Trump calls for ‘voter fraud’ probe

Depending on investigation results, ‘we will strengthen’ election procedures, says U.S. President

January 25, 2017 10:03 pm | Updated November 28, 2021 10:02 pm IST - WASHINGTON:

Standing up:  People in Mexico City protesting next to a fake wall in the run-up to the inauguration of President Donald Trump last week.

Standing up: People in Mexico City protesting next to a fake wall in the run-up to the inauguration of President Donald Trump last week.

U.S. President Donald Trump said on Wednesday he would order an investigation into “voter fraud”, calling into question the integrity of the November election that he won. On Tuesday, the White House had said the President believed people illegally voted, and cited dubious studies in support of the claim.

Adding fuel to the fire set off by the White House press secretary, Mr. Trump tweeted from his personal account: “I will be asking for a major investigation into VOTER FRAUD, including those registered to vote in two states, those who are illegal and even those registered to vote who are dead (and many for a long time). Depending on results, we will strengthen up voting procedures.”

The President has said he lost the popular vote only because of fraudulent voting by “millions”. Republican politicians have consistently kept the allegation of massive fraudulent voting alive for years without any proof, but this is probably the first time that a President lent the weight of his office behind it. Many Republican-administered States have imposed tough documentation requirements that make voting disproportionately difficult for African Americans and other minorities in recent years.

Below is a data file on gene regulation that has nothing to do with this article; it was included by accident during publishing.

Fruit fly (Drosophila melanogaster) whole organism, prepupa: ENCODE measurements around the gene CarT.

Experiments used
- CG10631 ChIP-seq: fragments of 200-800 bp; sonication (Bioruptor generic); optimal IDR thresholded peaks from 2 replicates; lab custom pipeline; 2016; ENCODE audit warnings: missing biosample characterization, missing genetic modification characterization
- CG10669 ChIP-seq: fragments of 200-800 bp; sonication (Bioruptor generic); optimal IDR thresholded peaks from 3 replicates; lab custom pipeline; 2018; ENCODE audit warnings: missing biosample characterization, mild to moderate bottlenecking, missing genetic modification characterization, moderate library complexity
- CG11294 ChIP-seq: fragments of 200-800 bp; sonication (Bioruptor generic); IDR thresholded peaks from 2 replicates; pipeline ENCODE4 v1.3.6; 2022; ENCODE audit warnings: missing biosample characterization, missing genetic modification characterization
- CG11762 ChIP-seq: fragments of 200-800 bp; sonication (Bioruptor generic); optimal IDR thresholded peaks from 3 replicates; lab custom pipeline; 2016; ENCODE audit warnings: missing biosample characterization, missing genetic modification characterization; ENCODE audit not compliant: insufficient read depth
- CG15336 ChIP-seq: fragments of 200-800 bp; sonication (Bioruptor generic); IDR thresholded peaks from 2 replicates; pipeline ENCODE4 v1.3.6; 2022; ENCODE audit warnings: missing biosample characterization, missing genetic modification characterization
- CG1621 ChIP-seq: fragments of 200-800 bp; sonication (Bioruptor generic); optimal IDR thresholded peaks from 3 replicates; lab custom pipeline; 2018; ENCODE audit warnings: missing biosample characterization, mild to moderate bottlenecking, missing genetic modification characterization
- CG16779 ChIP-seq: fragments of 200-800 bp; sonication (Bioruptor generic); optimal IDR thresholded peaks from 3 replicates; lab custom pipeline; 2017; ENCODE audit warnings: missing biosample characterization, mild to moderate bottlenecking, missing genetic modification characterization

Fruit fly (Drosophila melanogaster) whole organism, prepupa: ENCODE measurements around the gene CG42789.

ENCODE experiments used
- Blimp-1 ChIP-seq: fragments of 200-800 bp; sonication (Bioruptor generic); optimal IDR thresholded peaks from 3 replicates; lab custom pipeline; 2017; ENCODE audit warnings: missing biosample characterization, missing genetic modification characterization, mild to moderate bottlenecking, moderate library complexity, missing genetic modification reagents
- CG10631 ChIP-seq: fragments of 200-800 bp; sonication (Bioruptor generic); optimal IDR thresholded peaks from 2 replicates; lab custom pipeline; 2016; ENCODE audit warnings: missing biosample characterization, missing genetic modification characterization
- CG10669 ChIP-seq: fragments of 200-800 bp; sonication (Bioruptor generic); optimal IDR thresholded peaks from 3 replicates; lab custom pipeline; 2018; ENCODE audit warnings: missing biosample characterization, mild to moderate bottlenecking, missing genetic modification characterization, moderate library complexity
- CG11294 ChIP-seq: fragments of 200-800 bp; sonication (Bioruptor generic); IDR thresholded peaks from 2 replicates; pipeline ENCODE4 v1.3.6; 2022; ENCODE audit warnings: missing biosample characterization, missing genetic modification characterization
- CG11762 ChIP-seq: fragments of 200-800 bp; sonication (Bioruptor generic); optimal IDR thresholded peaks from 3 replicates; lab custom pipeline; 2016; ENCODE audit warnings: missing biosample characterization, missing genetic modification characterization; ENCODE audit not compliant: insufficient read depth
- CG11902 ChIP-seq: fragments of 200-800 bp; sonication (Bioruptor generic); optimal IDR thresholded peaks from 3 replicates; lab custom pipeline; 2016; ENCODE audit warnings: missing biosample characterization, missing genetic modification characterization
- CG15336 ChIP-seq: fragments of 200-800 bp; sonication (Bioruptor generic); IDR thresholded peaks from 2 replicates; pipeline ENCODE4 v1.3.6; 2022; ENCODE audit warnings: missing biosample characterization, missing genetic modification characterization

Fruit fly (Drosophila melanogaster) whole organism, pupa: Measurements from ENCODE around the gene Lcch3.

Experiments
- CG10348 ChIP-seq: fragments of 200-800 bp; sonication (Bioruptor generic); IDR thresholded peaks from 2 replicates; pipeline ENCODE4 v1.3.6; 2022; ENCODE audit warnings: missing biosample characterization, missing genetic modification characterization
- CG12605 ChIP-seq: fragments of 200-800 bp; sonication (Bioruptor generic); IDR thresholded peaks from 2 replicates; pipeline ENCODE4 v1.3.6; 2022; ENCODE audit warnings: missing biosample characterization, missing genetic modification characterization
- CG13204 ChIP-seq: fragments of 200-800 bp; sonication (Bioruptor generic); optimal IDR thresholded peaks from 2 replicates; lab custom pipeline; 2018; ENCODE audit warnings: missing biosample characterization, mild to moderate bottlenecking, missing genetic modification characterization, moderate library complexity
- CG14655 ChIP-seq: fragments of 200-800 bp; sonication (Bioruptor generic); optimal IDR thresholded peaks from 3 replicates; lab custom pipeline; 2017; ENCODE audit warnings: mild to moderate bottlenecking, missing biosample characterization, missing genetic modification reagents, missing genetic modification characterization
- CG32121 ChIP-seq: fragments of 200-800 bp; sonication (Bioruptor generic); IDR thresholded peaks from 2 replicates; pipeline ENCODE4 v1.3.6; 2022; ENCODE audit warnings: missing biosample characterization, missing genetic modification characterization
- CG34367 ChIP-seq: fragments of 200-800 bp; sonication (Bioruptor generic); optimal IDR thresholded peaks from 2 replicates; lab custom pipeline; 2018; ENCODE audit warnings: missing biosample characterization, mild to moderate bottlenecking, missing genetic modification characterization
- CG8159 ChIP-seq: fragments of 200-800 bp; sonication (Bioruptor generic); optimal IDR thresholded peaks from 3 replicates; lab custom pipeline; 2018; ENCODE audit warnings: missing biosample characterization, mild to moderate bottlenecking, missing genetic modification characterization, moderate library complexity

“The President does believe that, I think he’s stated that before, and stated his concern of voter fraud and people voting illegally during the campaign and continues to maintain that belief based on studies and evidence people have brought to him,” press secretary Sean Spicer said on Tuesday.

Mr. Trump won the presidency by winning the Electoral College vote while losing the popular vote by three million to Hillary Clinton. Mr. Trump is the fifth President in the history of the country to not to win the popular vote. “In addition to winning the Electoral College in a landslide, I won the popular vote if you deduct the millions of people who voted illegally,” he tweeted in November as it became clear that Ms. Clinton had beaten him in the popular vote.

Pew study

Mr. Spicer said there have been studies that supported the President’s claim. “I think there have been studies; there was one that came out of Pew in 2008 that showed 14% of people who have voted were not citizens. There are other studies that were presented to him.”

The 2012 Pew study looked at issues of inaccurate voter registrations because of people shifting places or death, and did not report any voter fraud, its lead author said on twitter. He had said it earlier that his study was being misinterpreted by Mr. Trump. “I'm aware of no Pew report, including the ones I wrote when I was there, which support any findings of voter fraud,” David Becker tweeted, tagging the press secretary on Tuesday. Scholars have questioned the veracity of another study that claimed voter fraud.

As the White House statement grew into a controversy, it left little scope for any debate on the barrage of executive decisions that Mr. Trump continued to make on Tuesday. Among other decisions, Mr. Trump set the ball moving to restart the construction on Keystone XL and Dakota Access oil pipelines, projects that former President Barack Obama had stopped, owing to increasing environmental concerns and people’s protests.

“President Trump today issued executive orders to advance construction of the Keystone XL and Dakota Access pipelines, pitting hard-working Americans against our climate and the protection of tribal lands,” Democratic Senator Elizabeth Warren said.

“The Obama Administration rejected the Keystone XL Pipeline in part because it would undermine our ability to continue leading the world in combating climate change. And just last week, the U.S. Army Corps of Engineers took steps to prepare a new environmental impact statement for the Dakota pipeline with full public input and analysis. The impact of these pipelines on our environment, and on the communities they cut through, did not change when President Obama left office. President Trump’s announcement today moves us in the wrong direction for our environment and our economy,” she said.

The Republicans, however, cheered the President for going ahead with the projects.

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